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Quilting in the Garden posted: 11/8/2004
by Patricia Littlefield Printable Page
Category: Reviews Method: All Series: On the Road
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Quilting in the Garden
By Patricia Littlefield

I have been to Houston and the International Quilt Festival. I know the way to San Jose and have been to the Pacific International Quilt Festival. This was one was different: this was “Quilting In The Garden” in Livermore, California. A one day, outdoor quilt festival that is not like any other. It is held in the Alden Lane Nursery, a beautiful place filled with huge California oak trees, and the quilts are hung high in the air, between the trees. It is a feast for the eyes and the soul.

“Quilting in the Garden” is the brainchild of Alex Anderson, one of the most well known quilters in the country. She is a close friend of the owners of the nursery who approached her one day about utilizing its grounds in some way, and thus “Quilting in the Garden” came to be.

Each year there is a featured quilter, and this year, it was Jan Krentz, whose collection of quilts, both her own and others, were hung among the oaks for all to admire. It was a breathtakingly beautiful Fall day in Livermore: (not too hot as it can be earlier in September) with a blue, blue sky and high floating clouds which served as background for the hundred or so high flying quilts silhouetted against them. The visitors walked beneath and around the quilts, viewing them from all sides.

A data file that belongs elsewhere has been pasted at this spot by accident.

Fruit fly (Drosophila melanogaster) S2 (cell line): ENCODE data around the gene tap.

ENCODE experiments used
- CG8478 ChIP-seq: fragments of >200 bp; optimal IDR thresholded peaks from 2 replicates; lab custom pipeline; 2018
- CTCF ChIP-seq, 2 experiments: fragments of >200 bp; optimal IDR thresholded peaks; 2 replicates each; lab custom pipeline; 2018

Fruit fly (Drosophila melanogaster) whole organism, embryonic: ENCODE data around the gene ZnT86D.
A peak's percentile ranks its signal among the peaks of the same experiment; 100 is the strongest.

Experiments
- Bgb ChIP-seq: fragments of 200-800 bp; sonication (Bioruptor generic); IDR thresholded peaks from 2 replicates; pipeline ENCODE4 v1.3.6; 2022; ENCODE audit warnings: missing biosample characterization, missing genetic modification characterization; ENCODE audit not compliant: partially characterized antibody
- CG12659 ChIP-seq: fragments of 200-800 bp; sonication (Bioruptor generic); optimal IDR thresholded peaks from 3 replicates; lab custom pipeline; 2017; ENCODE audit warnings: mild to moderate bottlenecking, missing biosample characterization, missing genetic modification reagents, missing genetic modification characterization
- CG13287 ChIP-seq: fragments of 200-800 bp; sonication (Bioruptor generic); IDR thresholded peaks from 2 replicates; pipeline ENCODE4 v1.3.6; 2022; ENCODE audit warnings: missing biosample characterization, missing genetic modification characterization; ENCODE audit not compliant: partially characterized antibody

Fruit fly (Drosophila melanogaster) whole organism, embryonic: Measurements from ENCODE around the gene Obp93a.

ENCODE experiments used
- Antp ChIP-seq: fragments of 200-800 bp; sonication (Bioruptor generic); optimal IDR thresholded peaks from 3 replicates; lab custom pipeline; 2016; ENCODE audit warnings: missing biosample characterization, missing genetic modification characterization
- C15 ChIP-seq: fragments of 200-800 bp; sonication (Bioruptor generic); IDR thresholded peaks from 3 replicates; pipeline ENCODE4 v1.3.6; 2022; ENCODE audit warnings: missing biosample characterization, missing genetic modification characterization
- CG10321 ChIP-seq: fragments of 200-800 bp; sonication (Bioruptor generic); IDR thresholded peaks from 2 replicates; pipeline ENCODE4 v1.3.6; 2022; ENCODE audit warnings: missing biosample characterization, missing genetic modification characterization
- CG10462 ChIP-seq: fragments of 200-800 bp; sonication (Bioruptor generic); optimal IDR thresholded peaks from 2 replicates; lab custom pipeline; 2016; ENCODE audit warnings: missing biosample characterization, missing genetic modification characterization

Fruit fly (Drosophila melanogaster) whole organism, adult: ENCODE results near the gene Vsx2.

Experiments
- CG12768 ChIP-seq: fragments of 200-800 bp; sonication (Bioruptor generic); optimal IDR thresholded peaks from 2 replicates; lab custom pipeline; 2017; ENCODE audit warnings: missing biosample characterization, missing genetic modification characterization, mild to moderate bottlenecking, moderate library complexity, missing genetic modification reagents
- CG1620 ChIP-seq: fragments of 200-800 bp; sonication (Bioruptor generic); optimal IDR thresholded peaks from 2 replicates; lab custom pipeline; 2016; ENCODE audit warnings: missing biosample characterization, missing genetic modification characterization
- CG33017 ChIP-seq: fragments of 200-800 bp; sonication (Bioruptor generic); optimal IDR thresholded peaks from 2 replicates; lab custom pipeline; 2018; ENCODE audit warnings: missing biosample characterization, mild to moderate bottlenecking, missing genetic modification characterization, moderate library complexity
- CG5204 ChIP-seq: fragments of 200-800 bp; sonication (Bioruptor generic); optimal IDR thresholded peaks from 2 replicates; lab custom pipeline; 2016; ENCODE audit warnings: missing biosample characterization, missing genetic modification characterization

Because the venue is a nursery, there were flowers everywhere, which added to the ambience and color. There were also antique farm implements on display, such as a walnut sheller that contributed to the rural air. Gratefully, there were many benches for patient husbands to sit on while waiting for their quilting spouses.

Also, there were other activities: Classes were taking place, there was a trunk show the evening before the actual quilt show, and both Alex and Jan gave lectures twice during the day. Vendors had “quilters’ irresistibles” for sale and the nursery shop itself had unusual items as well.

It was interesting to me to note that there were obviously people there whose main purpose was to purchase plants, not to look at the quilts, and they calmly wended their ways around the gawking quilters, pulling their wagons filled with their selected plants behind them.

I spoke to Alex’s husband at length about the mechanics of hanging and taking down the quilts, speculating that the staff must have to arrive about 3 a.m. of the appointed day in order to get the job done. He reassured me that that was not the case: they arrive at seven, and by nine the quilts have been hung by local quilt guilds armed with lots of clothes pins, on ropes that are strung between the trees and are raised and lowered by pulleys.
©2004 Patricia Littlefield

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